Some of the new initiatives emerging in the fashion industry, particularly to deal with the systematic overproduction and overconsumption, include:
- the rise of rental, resale and refurbishment models;
- the roll-out of closed-loop recycling systems which decreases the production and use of virgin raw materials;
- the use of digital "product passports" which "contain coded information that can add value, support supply chain transparency and ensure authentication" (The State of Fashion 2022);
- "digital fashion" which allows consumers to own non-physical, digital items of clothing.
In The State of Fashion it was forecasted that "[d]igital and sustainability will offer fashion’s biggest opportunities for growth, while supply chain pressures will challenge the industry in 2022".
Around the world, government bodies are also responding to the impact of the fashion industry. The European Commission has recently presented a package of "European Green Deal" proposals "to make sustainable products the norm in the EU, boost circular business models and empower consumers for the green transition".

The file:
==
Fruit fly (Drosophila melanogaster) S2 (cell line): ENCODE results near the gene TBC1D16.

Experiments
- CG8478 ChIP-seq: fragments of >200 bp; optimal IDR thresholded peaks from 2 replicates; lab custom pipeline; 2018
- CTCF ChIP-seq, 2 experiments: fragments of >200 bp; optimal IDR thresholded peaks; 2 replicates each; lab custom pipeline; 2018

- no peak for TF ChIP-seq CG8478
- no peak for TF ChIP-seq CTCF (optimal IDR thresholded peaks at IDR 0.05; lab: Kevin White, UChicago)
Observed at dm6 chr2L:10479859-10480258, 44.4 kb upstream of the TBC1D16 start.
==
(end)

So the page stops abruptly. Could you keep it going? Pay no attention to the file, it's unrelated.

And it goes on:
We've also written about the new developments and initiatives emerging in both the private and public sectors as well as increased Government funding to deal with Australia's significant textile waste problem.
Watch this space
Demand for clothes – particularly those that are on-trend – will inevitably continue to increase as we hopefully transition to a more just world where people have a higher standard of living and more of the global population lives above the poverty line.
Fashion companies must remain alive to the growing scrutiny of greenwashing and social-washing as well as the changing expectations of stakeholders when it comes to ESG, particularly those of the conscious and disruptive consumer.